Irish-American singer Andy Cooney tells Adam Shaw about his plans to promote all things Ireland in the US
A host of Irish music stars, on a boat, in the States. It sounds like a fine idea, and one that would be sure to bring Hibernophiles from America and beyond together for a night of joy and revelry. And it appears that it does.
One of the cruise’s chief organisers, Andy Cooney, explains how year on year, more people are getting involved.
“The thing is: Irish musicians are very talented. We try and get as many to come over as possible. We recently had Mike Denver and everybody loved him,” he says. “It’s a very Irish thing we’re trying to do there. We have a céilídh band and some Irish dancing and there’s a good mix of music.
“You have ballad bands that will play things like The Wolfe Tones, and then we have the country side and also some great Irish tenors.”
Andy has always been surrounded by Irish culture and Irish music. His grandparents – originally from Dublin and Monaghan – passed through Ellis Island and settled in Flushing, Queens.
They would “always try to maintain their heritage” and his grandfather, Andy Feehan, was a well-known singer who would perform at every wedding and funeral at the local parish, St Mary’s. Their tastes were passed down to Andy’s mother and then Andy himself meaning that, by the time he was 17 he was firmly set on establishing an Irish-American identity.
“My mum was a big fan of Irish country music; she loved the likes of Larry Cunningham and Brendan Shine,” he explains. “I loved the more traditional stuff and so I had a very well-rounded education when it came to Irish music.”
He began touring with Paddy Noonan and travelled all across North America before he decided to adopt a solo path.
“I’ve been very lucky to have the career that I’ve had. It’s allowed me to travel all over the States and I’ve also been able to go abroad.
“I realised that there was definitely more of an ‘Irish’ scene rather than a ‘country’ scene.
“Obviously country music is massive over here but people never really think of Irish country, even though I was very aware of it from a young age.
“Shows like Celtic Thunder and Celtic Women are very popular whereas people would be less likely to know of Nathan Carter or Mike Denver.
“I think it’s a shame because there are so many great Irish country music artists and they really should get more airtime.”
This is something he believes could change in the future and, hopefully, he can be a part of it. His music – including his latest album Irish Country Skyline – is his way of bringing this genre to a wider audience. And with the success of the cruises, combined with the growing number of appearances from country singers, there could be the opportunity for it to grow around the US.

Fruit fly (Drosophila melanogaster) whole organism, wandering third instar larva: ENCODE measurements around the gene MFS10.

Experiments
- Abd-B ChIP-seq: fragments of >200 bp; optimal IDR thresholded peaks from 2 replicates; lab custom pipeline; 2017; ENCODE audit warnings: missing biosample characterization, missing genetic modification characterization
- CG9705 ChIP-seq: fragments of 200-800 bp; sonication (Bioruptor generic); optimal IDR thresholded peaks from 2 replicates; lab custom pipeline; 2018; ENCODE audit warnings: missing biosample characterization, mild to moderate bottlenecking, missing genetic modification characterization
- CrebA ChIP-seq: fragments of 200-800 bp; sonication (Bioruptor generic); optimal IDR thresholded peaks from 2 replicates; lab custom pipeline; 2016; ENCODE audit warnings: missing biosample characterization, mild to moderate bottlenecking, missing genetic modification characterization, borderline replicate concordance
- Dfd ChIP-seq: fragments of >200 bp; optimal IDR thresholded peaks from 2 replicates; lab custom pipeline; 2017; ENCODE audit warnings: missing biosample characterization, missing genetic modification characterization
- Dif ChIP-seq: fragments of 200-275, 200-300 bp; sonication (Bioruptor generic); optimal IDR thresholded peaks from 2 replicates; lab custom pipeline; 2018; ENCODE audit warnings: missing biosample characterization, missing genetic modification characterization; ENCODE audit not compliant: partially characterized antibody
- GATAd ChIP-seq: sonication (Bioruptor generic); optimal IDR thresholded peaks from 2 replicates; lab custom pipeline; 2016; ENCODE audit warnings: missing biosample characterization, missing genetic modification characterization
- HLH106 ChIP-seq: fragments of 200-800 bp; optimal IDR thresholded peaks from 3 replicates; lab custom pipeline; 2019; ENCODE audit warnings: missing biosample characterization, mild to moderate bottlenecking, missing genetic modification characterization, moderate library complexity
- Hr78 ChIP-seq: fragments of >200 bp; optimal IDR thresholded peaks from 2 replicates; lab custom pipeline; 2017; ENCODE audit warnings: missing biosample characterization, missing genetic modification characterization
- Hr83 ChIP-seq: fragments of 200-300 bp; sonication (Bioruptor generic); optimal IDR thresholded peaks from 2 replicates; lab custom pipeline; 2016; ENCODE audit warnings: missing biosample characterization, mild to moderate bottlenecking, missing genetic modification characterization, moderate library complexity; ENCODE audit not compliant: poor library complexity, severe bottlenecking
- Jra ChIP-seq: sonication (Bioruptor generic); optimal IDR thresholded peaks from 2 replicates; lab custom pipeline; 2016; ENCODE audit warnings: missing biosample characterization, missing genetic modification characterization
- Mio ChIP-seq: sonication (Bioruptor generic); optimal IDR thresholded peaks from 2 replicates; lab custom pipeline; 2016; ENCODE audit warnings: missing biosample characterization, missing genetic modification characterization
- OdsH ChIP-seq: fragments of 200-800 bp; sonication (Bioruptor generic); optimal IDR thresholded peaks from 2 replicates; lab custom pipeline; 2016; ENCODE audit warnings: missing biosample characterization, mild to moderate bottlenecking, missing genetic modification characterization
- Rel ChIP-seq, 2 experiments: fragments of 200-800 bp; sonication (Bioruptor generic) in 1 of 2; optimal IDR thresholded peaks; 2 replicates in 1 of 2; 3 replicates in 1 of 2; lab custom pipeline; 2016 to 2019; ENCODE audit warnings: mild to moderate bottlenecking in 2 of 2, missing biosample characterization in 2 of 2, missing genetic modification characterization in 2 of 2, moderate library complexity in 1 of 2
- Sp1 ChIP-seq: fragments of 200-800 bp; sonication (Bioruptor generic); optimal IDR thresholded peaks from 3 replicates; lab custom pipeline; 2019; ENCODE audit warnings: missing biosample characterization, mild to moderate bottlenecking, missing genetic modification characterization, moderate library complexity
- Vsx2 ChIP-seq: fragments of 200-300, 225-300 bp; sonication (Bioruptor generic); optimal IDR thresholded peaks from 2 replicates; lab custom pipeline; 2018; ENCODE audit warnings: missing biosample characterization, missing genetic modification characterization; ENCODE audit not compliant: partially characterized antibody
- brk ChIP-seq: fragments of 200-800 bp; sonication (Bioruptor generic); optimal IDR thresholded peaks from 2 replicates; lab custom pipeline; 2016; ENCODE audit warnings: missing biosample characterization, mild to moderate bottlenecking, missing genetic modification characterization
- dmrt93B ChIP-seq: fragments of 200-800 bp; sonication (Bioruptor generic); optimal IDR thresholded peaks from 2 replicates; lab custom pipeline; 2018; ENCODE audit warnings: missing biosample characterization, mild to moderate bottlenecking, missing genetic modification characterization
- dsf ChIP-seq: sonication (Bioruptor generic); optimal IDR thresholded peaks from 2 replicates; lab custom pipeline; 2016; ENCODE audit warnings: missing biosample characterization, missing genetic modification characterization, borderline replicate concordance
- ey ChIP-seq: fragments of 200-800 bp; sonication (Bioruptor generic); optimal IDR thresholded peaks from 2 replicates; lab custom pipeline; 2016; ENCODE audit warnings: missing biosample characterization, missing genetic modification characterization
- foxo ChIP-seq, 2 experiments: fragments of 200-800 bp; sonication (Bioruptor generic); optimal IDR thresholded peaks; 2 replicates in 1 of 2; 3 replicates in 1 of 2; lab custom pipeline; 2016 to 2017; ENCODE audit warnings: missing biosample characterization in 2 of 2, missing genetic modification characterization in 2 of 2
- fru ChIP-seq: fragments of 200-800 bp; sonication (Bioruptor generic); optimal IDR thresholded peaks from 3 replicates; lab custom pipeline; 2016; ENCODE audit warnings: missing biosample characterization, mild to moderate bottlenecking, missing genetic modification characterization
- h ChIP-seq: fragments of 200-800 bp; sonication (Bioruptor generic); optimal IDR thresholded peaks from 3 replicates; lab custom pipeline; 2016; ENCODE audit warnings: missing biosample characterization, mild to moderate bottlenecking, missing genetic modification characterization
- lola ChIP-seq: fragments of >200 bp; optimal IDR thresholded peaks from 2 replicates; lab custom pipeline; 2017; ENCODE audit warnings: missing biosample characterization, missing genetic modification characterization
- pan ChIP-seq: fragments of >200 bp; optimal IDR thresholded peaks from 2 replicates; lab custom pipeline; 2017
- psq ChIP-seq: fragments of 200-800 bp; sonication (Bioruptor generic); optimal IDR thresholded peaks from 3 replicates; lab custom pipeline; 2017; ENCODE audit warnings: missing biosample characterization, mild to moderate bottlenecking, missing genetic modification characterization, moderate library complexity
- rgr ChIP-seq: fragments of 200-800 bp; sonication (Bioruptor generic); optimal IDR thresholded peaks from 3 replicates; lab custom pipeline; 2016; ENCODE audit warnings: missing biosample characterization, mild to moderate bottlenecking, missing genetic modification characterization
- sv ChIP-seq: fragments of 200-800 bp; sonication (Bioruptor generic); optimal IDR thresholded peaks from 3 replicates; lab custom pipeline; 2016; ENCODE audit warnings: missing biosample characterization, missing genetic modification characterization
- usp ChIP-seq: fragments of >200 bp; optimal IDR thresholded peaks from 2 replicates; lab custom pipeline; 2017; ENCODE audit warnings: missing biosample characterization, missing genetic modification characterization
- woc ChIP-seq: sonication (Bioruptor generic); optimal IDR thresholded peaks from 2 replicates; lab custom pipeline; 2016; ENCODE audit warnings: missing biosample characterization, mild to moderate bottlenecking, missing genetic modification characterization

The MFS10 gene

“We have a big market here. Every city in the States has a strong Irish presence; if we wanted to, we could be on the road all the time,” Andy says.
“I guess with Irish country, the thing is that it’s a very unique scene in that it’s very intertwined with dancing.
“People would love to go out and listen to the songs but also have a dance – they’d meet their friends and jive and waltz together.”
Perhaps this is a route which could be taken on the cruises? The transferral of the show band era could certainly spark a greater interest in Irish country music. But whatever the case, Andy believes that Irish music in general will always have a place in the hearts of Americans.
“It’s very real. It’s real, it’s honest and there’s nothing like it when you start breaking into reels and you feel that energy.
“I haven’t been able to experience anything quite like it anywhere else.
“And I think that people can relate to the music because, often, it’s about a journey. This is something that, whether you’re Irish- American, Anglo-American or whatever, you can understand.”
His own personal journey has taken him back to Ireland on several occasions, meaning that, in his eyes, things have come “full-circle”.
“It’s been an absolute honour to perform in Ireland, the place where my family are originally from.
“I’ve played in Carnegie Hall in New York and lots of other great venues but playing with Phil Coulter at the National Concert Hall in Dublin was undoubtedly one of my career highlights.”
Now he wants to capture the spirit of America, and in particular New York, with his latest venture. Working as part of The New York Tenors, he has brought together the different aspects of the city which he believes make it so great.
“In New York we have a lot of different nationalities but some of the strongest ones are the Irish, the Italians and the Puerto Ricans.
“So we have Daniel Rodriquez who is the ‘Latino’ tenor, Christopher Macchio as the ‘Italian’ tenor and me as the ‘Irish’ tenor.
“And with this act we have a show which includes elements of heritage, faith and friendship – things which have always been important to Irish-Americans.”
Andy hopes to take the group to Ireland and there is talk of them setting up a date for next year in Dublin. Then, he says, they will try and “pop over to London” for a gig and “give Londoners the chance to be in New York for a couple of hours”.
In any case, it will give him the opportunity to strengthen the special bond between Ireland and America as well as his own personal relationship with the two countries. And in the meantime he will continue to act as “an American gift to Ireland’s heritage” and push for more people to listen to Irish country, put on their dancing shoes and join him on his famous Irish cruise.
• For more information, visit www.andycooney.com